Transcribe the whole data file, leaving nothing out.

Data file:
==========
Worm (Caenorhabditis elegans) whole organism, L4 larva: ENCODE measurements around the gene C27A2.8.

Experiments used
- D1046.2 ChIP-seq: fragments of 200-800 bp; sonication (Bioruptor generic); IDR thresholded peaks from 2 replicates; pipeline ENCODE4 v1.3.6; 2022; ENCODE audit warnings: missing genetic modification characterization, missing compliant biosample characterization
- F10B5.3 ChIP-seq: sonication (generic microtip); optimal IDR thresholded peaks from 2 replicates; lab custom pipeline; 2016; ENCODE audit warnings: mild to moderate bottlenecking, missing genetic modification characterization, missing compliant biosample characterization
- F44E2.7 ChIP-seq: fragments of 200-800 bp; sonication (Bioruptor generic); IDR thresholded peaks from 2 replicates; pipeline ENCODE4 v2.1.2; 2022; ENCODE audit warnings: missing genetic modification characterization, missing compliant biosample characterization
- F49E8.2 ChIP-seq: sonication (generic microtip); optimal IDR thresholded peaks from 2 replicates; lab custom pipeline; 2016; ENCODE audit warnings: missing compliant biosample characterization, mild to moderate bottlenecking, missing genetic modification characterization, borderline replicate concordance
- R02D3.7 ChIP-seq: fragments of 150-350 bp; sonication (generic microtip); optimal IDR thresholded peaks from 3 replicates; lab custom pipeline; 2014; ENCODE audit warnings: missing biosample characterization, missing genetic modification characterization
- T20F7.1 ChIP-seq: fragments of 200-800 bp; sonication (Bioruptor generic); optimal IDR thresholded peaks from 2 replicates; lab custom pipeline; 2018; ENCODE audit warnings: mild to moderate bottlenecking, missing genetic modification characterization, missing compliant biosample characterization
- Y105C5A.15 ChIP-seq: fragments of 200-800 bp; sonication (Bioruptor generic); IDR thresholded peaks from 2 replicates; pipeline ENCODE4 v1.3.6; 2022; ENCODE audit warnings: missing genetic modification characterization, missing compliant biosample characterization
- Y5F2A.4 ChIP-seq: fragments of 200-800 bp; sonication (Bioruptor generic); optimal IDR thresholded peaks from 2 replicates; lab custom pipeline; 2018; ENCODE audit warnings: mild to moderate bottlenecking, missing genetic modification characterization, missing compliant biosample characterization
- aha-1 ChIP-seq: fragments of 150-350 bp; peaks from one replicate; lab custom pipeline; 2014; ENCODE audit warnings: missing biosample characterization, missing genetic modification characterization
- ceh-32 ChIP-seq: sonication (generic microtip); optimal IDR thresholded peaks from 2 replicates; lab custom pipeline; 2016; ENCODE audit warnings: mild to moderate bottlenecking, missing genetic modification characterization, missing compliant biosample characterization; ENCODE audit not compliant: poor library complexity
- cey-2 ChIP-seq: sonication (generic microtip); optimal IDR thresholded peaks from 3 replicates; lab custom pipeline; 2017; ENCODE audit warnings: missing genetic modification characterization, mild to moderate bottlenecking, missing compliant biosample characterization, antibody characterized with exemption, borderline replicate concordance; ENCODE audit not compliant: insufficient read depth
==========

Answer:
Worm (Caenorhabditis elegans) whole organism, L4 larva: ENCODE measurements around the gene C27A2.8.

Experiments used
- D1046.2 ChIP-seq: fragments of 200-800 bp; sonication (Bioruptor generic); IDR thresholded peaks from 2 replicates; pipeline ENCODE4 v1.3.6; 2022; ENCODE audit warnings: missing genetic modification characterization, missing compliant biosample characterization
- F10B5.3 ChIP-seq: sonication (generic microtip); optimal IDR thresholded peaks from 2 replicates; lab custom pipeline; 2016; ENCODE audit warnings: mild to moderate bottlenecking, missing genetic modification characterization, missing compliant biosample characterization
- F44E2.7 ChIP-seq: fragments of 200-800 bp; sonication (Bioruptor generic); IDR thresholded peaks from 2 replicates; pipeline ENCODE4 v2.1.2; 2022; ENCODE audit warnings: missing genetic modification characterization, missing compliant biosample characterization
- F49E8.2 ChIP-seq: sonication (generic microtip); optimal IDR thresholded peaks from 2 replicates; lab custom pipeline; 2016; ENCODE audit warnings: missing compliant biosample characterization, mild to moderate bottlenecking, missing genetic modification characterization, borderline replicate concordance
- R02D3.7 ChIP-seq: fragments of 150-350 bp; sonication (generic microtip); optimal IDR thresholded peaks from 3 replicates; lab custom pipeline; 2014; ENCODE audit warnings: missing biosample characterization, missing genetic modification characterization
- T20F7.1 ChIP-seq: fragments of 200-800 bp; sonication (Bioruptor generic); optimal IDR thresholded peaks from 2 replicates; lab custom pipeline; 2018; ENCODE audit warnings: mild to moderate bottlenecking, missing genetic modification characterization, missing compliant biosample characterization
- Y105C5A.15 ChIP-seq: fragments of 200-800 bp; sonication (Bioruptor generic); IDR thresholded peaks from 2 replicates; pipeline ENCODE4 v1.3.6; 2022; ENCODE audit warnings: missing genetic modification characterization, missing compliant biosample characterization
- Y5F2A.4 ChIP-seq: fragments of 200-800 bp; sonication (Bioruptor generic); optimal IDR thresholded peaks from 2 replicates; lab custom pipeline; 2018; ENCODE audit warnings: mild to moderate bottlenecking, missing genetic modification characterization, missing compliant biosample characterization
- aha-1 ChIP-seq: fragments of 150-350 bp; peaks from one replicate; lab custom pipeline; 2014; ENCODE audit warnings: missing biosample characterization, missing genetic modification characterization
- ceh-32 ChIP-seq: sonication (generic microtip); optimal IDR thresholded peaks from 2 replicates; lab custom pipeline; 2016; ENCODE audit warnings: mild to moderate bottlenecking, missing genetic modification characterization, missing compliant biosample characterization; ENCODE audit not compliant: poor library complexity
- cey-2 ChIP-seq: sonication (generic microtip); optimal IDR thresholded peaks from 3 replicates; lab custom pipeline; 2017; ENCODE audit warnings: missing genetic modification characterization, mild to moderate bottlenecking, missing compliant biosample characterization, antibody characterized with exemption, borderline replicate concordance; ENCODE audit not compliant: insufficient read depth